A month ago I had to go to New York’s Lower Manhattan to take care of some business with my son and when we were finished he suggested that we should walk across the Brooklyn Bridge. After all it was right there waving at us.
And that is exactly what we did. Today I’d like to take you along with us … on a tour of the astonishing Brooklyn Bridge walkway.
For those of you that don’t know the bridge spans almost 6,000 ft. (1.8 Km) between Manhattan and Brooklyn and underneath is the east part of the East River.
This is the entrance to the bridge on the Manhattan side. To the right we see the Civil Center in Lower Manhattan and to the left that super shiny apartment building is called “New York by Gehry” named after world famous architect Frank Gehry.
Brooklyn Bridge is a cable stayed – suspension bridge and one of the oldest roadway bridges in the US. Completed in 1883 it has been designated a National Historic landmark.
It was conceived by John Augustus Roebling, who worked on it until he sustained an injury and developed tetanus after his toes were amputated. He eventually died and his work was carried on by his son Washington Roebling. Washington developed decompression sickness and was confined to his apartment. His wife, Emily Warren Roebling assisted him for the remainder of the construction becoming the “first woman field engineer”.
Looking south we see the Financial District and below the FDR Drive, named for Franklin Delano Roosevelt. This parkway runs the length of Manhattan along the east side.
To the north on the Manhattan side we see the Manhattan Bridge which opened in 1909. It is one of three suspension bridges built in the lower East River, along with the Williamsburg Bridge and of course the Brooklyn Bridge.
You can see the roadway is below the walkway. Walking the bridge also provides us with spectacular views of the Financial District. The One World Trade Center building can be seen in the background.
As we near the first set of Towers we can see how massive they are and also the walkway for the pedestrians.
Another view of the Financial District. On the day we took this walk the weather was partly sunny and not too cold, but it turned out to be perfect for photography. I love the way the light is gently caressing the buildings here.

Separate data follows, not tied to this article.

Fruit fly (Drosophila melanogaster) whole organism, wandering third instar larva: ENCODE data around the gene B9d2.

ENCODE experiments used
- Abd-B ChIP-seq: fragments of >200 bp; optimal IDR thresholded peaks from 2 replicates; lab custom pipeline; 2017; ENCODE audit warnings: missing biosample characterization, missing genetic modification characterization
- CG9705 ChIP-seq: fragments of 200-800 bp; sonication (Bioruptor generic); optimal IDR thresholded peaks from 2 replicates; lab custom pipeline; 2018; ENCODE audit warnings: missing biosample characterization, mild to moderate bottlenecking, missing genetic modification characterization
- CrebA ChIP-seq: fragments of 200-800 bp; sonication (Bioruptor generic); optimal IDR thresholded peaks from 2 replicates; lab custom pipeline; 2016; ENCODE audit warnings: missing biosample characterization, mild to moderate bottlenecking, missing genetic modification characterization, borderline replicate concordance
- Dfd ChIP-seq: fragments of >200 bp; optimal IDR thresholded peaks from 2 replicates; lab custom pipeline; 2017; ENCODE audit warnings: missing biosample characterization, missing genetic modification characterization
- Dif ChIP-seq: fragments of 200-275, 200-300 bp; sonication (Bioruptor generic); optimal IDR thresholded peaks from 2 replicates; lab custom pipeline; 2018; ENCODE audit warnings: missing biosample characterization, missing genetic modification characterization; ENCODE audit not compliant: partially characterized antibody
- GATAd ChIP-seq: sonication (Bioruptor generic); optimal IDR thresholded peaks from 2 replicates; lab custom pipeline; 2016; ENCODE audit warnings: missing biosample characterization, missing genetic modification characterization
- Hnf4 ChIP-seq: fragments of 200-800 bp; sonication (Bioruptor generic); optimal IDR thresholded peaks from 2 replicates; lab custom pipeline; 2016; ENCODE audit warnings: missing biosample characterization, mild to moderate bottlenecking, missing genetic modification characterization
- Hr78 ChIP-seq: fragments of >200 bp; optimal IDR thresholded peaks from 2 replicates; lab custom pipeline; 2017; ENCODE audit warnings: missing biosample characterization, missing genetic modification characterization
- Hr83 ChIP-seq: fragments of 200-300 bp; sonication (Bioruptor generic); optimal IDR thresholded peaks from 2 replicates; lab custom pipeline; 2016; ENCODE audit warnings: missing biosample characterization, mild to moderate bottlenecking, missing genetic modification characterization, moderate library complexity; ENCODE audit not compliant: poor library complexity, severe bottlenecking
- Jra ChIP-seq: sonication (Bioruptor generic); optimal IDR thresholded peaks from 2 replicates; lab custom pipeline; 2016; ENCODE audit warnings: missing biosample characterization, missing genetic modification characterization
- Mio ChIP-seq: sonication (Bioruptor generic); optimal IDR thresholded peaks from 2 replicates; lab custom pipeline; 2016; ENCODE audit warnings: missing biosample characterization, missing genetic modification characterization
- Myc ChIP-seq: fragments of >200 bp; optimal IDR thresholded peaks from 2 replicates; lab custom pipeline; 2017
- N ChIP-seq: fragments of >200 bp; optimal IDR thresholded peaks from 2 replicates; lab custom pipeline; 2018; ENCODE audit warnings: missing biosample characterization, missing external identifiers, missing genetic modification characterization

Looking North again we see a group of buildings and the Verizon tower to the left.
On either side of the pedestrian walkway are the roads for cars. Originally the bridge carried horse-drawn and rail traffic. Now there are a total of 6 lanes for cars and railroad tracks for the trains.
Far off we can see Governors Island and to the left Brooklyn.
The Towers were built in the Neo Gothic architectural style with limestone, granite, and Rosendale cement. The vaults below the towers were rented out by the City in order to fund the bridge.
In this photo we have just passed the first tower and are looking back towards Manhattan. As can be seen there were many pedestrians and also a few bicyclists.
Below, we have reached the center of the bridge. It is worth pointing out that on the opening day of the walkway a total of 1,800 vehicles and 150,300 people crossed, and Emily Warren Roebling was the first to cross.
A few years later P.T. Barnum of the world famous Barnum and Bailey Circus led a parade across the bridge with Jumbo the Elephant, who was his most famous attraction, and 21 other elephants. This proved that the bridge really was stable.
The web-like construction of the cables.
We finally reach the second set of towers which are on the Brooklyn side of the bridge.
Another look at the Manhattan Bridge.
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Below we can see how the walkway is built around the towers and how spacious the whole walkway is.
The bridge was the tallest structure in the Western Hemisphere for years after it was completed and it was named “The Eighth Wonder of the World.”
Looking south to Brooklyn Bridge Park and in the background, Governors Island.
As we walk past the Towers you can see all the tourists and photographers snapping away at these amazing towers.
On the Brooklyn side we see the roads and buildings of the Brooklyn Heights area, an upscale neighborhood full of brownstones. The walkway actually extends well into Brooklyn.
To our right we saw this interesting building 60 Water built on Brooklyn’s historic waterfront neighborhood, DUMBO. This neighborhood has actually become very trendy since it was acquired by the Two Tree Management and turned into a center for tech startups. It it is also the home of e-commerce Etsy headquarters.
And finally we reach the entrance to the Bridge’s walkway.
This walk took us about half an hour, not only did we get our exercise but we also got a view worth a million bucks! I hope you enjoyed my tour of the astonishing Brooklyn Bridge, and if you’re ever in New York it is a must visit.
If you’d like to read more about the bridge and how it was constructed you can look here. And to see more of my photography go to the photo gallery here.
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